MONDAY BEER LINKS, MUSING 12.15.14
A ‘good mixer.’
The State Journal-Register in Springfield, Illinois, occasionally hauls out photos from its archives. This one is from December 1953. It shows Ed Reisch, the fourth generation of his family to run Reisch Brewing, at a brew kettle. The brewery closed in 1966 and Reisch went to work at Pabst Brewing in Milwaukee. His son, George (his tweet led me to this photo), became a corporate brewmaster at Anheuser-Busch (now AB InBev). His grandson, Patrick, is a brewer at Goose Island Beer Co. in Chicago. I’m pretty sure Reisch was not manning the kettles that day. The shirt and bow-tie are one giveaway; the cigarette in his left hand another. And on a historic note, it seems that Reisch Brewing still had oak fermentation vessels in the 1950s. [Via The State Journal-Register]
Beers from my past-Pt 1: The Anheuser-Busch American Originals.
Mitch Steele — you know, the guy who once brewed at Anheuser-Busch, now oversees brewing at Stone, and who wrote a book about IPA — digs into his garage and his memory to start a series about when he worked in new products at A-B (mid- to late-90s). He plans to include details about Faust, which has been getting new attention recently, in the next one. [Via The Hop Tripper]
Black-Market Brews: Inside the Super-Secret World of Beer Muling.
Who needs lions and tiger and bears when you’ve got whales and mules, oh my? Just when you thought the New Beer World couldn’t get any stranger there’s a story like this. It would have broken my spirit to spend any time reading discussions that followed at Rate Beer and Beer Advocate, but I particularly like this comment on the STL Hops forum: “I feel that actual mules would think that this term is derogatory to them and possibly to farmers and whatnot who actually use mules.” [Via First We Feast]
The King has left the building.
h/T to Roger Baylor for pointing to this. He put it better than I can (not the first time I’ve written those words about his blog): “Writing well is very, very hard, and the best way to approach it is to tell the truth and write what you know. Sometimes, what you know is awfully hard to write with honesty.” [Via Louisville Beer]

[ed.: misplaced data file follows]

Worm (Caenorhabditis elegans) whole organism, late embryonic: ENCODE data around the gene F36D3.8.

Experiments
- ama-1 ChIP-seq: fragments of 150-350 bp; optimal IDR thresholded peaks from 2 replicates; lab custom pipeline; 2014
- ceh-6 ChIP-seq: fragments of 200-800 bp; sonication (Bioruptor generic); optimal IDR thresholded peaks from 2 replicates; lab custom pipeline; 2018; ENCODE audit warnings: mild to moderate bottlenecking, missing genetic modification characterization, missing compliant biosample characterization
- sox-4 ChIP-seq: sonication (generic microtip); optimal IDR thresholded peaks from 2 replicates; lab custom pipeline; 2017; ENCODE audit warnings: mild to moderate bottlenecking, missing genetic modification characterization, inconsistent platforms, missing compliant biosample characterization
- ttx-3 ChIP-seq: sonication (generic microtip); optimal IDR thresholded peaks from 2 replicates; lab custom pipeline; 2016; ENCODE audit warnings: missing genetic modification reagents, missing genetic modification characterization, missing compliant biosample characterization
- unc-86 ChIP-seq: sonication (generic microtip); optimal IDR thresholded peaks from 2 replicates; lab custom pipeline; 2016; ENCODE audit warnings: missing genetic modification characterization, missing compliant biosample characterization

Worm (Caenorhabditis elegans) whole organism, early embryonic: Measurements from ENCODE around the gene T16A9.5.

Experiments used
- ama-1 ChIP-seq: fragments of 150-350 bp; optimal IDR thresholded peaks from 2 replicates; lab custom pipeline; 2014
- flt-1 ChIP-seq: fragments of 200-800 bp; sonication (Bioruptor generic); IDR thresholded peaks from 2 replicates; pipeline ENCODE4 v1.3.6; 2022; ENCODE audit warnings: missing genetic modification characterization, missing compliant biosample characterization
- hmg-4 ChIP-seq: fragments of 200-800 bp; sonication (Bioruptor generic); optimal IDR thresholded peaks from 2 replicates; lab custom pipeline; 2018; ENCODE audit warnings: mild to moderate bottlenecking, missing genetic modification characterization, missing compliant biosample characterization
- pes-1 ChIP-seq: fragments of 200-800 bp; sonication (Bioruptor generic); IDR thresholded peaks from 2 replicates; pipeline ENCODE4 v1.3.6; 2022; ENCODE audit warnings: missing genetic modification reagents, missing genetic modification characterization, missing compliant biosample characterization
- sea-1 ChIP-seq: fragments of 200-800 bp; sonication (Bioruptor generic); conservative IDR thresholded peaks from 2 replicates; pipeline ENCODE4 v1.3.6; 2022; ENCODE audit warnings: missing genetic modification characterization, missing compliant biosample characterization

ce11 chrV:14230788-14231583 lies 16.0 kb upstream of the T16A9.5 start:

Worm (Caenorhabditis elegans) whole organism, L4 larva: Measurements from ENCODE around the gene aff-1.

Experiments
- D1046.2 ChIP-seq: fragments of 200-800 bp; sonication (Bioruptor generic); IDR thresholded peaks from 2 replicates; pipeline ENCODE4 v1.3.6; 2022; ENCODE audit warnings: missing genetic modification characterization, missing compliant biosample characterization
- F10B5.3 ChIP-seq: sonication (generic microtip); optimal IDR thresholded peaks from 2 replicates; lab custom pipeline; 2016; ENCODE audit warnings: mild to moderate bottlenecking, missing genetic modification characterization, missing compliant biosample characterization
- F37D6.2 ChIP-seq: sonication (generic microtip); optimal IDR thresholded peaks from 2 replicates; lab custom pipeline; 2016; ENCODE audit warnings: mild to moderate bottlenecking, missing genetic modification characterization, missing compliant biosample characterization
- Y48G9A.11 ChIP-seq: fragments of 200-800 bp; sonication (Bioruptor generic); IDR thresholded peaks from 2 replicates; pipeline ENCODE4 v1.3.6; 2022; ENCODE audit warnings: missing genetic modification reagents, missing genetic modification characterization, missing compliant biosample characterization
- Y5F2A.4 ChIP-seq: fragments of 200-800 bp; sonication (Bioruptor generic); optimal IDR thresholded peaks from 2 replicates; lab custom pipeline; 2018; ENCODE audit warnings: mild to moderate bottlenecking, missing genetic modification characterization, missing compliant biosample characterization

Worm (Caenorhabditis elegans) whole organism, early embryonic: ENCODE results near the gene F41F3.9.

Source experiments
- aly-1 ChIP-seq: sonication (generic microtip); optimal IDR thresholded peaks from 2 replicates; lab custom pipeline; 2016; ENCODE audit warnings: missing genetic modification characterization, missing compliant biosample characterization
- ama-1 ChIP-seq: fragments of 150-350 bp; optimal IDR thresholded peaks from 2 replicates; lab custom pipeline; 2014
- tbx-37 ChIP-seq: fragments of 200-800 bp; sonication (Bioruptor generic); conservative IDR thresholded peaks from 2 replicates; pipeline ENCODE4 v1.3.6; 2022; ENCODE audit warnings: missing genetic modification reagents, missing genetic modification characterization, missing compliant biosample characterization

Big Beer: Is Consolidation Limiting Your Drink Selection?
Skip to the end for the dire warning: “If the consolidation trend continues to absorb more and more of the world’s brewing market, we could see the same product sold under different brand names in an attempt to give consumers the illusion of choice.” Obviously not happening in our small world. But the real reason I’m pointing to this is it uses a great graphic first posted at Quartz at the beginning of October and until Saturday overlooked by me. Of course, it is already out of date. There’s a Blue Point branch on the AB InBev tree but no 10-Barrel. [Via Business CheatSheet]
Fear Beer? Sometimes the Best Wine is a Beer (or a Cider).
Mike Veseth writes, “I spoke about the trends I have observed traveling the world in the past year and one of them is the rise of craft beer and cider and their growing incursion into the wine space. I see it everywhere and the people I meet are often surprised that it is a widespread phenomenon. I thought it was just something that’s happening here is a common response.” Read that last sentence again. [Via The Wine Economist]
Urban spelunking: Leinenkugel’s 10th Street Brewery.
A reminder that an “ultramodern” and “highly automated” brewery meant something different in 1985, when G. Heileman Brewing built this facility. Today? “At best I would call 10th Street a partially automated brewhouse, some of the temperature controls of the mash and some of the brews vessel to vessel movements are automated – with the brewer pressing a button to start and stop the processes – but that would be it.” [Via OnMilwaukee.com]
New brewery in Thibodaux to offer King Cake Ale.
Cinnamon, vanilla and lactose aren’t ingredients that constitute something specifically local to south Louisiana, so it’s probably a stretch to call King Cake Ale a place-based beer, but it’s probably worth a trip to Thibodaux just to make sure. [Via WWLTV.com]